- Substantial portions of the MBCA’s language are incorporated into the statutes of Alaska, Georgia, Louisiana, Maryland, Minnesota, North Carolina, Pennsylvania and Washington.
- The statutes enacted in Arkansas, Connecticut, Hawaii, Idaho, Indiana, Iowa, Kentucky, Michigan, Mississippi, Nebraska, New Hampshire, Oregon, South Carolina and Wyoming adopt the language cited in the RMBCA.
- Substantial portions of the RMBCA’s language have been incorporated into the statutes of Arizona, Colorado, Florida, Illinois, Maine, Missouri, Montana, Nevada, North Dakota, Utah, Vermont, Virginia, West Virginia and Wisconsin.
Virtually all state statutes have substantially adopted the language in Model Business Corporation Act Section 124. This section prohibits unqualified foreign corporations transacting intrastate business from maintaining any action, suit or proceeding in any court of the state until the corporation qualifies. This section also provides formonetary penalties equal to all fees and franchise taxes which would have been imposed on the violating corporation had the corporation qualified in addition to penalties assessed for failure to pay such fees and taxes. The sanctions and penalties for failing to qualify vary substantially from state to state.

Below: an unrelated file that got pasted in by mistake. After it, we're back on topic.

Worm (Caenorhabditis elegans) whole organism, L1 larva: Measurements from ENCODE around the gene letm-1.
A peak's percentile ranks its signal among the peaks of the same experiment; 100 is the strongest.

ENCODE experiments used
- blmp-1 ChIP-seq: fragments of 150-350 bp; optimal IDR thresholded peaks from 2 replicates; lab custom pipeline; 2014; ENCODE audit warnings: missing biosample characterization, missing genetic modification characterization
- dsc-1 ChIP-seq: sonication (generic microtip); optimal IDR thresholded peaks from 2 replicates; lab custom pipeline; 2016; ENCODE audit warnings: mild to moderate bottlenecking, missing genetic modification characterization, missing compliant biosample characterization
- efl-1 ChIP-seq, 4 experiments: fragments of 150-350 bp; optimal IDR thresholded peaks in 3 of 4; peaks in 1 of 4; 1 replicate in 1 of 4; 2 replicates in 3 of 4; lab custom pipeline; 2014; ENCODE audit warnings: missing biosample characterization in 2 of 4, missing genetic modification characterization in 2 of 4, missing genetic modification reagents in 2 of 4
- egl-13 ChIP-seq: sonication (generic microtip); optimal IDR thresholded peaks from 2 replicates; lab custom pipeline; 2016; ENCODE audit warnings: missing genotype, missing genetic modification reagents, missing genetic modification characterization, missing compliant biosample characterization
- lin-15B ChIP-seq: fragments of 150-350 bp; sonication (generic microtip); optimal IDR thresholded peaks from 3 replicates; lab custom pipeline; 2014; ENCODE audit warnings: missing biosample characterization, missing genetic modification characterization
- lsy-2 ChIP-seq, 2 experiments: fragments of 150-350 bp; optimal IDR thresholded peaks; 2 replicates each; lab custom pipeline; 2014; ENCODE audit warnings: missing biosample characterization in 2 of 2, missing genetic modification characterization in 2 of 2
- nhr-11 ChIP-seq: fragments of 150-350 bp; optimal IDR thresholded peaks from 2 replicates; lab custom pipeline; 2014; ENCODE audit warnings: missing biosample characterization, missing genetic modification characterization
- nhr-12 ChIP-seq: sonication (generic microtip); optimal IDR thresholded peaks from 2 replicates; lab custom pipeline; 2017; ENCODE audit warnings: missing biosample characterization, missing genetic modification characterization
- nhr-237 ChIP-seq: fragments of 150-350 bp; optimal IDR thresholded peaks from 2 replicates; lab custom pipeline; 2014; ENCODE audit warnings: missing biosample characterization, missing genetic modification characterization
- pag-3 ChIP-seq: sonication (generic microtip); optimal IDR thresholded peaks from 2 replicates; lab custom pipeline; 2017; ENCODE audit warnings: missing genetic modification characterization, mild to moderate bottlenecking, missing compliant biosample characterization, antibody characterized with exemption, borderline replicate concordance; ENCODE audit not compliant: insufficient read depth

Please contact our corporate attorneys to assist your company in determining if it has to qualify as a foreign corporation in any states it does business or if it can plan its activities in a manner to avoid having to do so.
The Fine Print.
This Corporate Law Insights is provided as an educational service by Hoge Fenton for clients and friends of the firm. This communiqué is an overview only, and should not be construed as legal advice or advice to take any specific action.